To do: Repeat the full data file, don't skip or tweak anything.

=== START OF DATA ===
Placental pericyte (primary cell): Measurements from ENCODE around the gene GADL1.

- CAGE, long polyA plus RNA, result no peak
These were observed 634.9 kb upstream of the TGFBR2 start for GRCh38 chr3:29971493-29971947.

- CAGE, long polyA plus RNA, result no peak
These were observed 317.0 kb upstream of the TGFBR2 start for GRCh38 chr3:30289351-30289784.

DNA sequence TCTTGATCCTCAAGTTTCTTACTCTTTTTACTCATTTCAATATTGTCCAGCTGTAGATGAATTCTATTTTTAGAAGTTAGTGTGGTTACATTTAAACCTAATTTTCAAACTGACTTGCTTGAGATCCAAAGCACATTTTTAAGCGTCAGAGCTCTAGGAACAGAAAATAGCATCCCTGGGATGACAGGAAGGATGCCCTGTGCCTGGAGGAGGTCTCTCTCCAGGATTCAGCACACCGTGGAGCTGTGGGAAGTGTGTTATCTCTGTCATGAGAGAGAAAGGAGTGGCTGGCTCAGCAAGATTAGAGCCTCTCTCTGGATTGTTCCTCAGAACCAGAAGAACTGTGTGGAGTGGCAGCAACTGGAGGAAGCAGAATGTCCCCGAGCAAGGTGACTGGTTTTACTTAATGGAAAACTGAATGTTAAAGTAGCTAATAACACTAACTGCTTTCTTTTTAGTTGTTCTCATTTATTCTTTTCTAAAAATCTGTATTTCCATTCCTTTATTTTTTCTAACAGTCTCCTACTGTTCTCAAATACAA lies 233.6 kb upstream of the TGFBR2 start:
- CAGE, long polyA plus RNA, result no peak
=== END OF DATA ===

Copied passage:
Placental pericyte (primary cell): Measurements from ENCODE around the gene GADL1.

- CAGE, long polyA plus RNA, result no peak
These were observed 634.9 kb upstream of the TGFBR2 start for GRCh38 chr3:29971493-29971947.

- CAGE, long polyA plus RNA, result no peak
These were observed 317.0 kb upstream of the TGFBR2 start for GRCh38 chr3:30289351-30289784.

DNA sequence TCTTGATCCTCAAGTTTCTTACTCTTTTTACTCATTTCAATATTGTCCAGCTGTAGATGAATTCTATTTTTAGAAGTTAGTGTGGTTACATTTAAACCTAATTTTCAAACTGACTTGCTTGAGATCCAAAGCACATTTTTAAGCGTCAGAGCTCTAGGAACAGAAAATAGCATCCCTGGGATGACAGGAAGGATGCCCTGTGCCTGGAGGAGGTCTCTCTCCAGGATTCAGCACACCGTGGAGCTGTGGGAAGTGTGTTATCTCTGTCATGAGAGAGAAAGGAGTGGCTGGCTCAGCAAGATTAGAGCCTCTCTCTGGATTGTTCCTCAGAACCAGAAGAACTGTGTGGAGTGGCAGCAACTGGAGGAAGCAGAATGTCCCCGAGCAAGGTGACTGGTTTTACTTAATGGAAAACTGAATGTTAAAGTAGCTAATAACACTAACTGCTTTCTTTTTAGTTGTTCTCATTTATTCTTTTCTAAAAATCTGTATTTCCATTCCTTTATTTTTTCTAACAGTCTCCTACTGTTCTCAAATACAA lies 233.6 kb upstream of the TGFBR2 start:
- CAGE, long polyA plus RNA, result no peak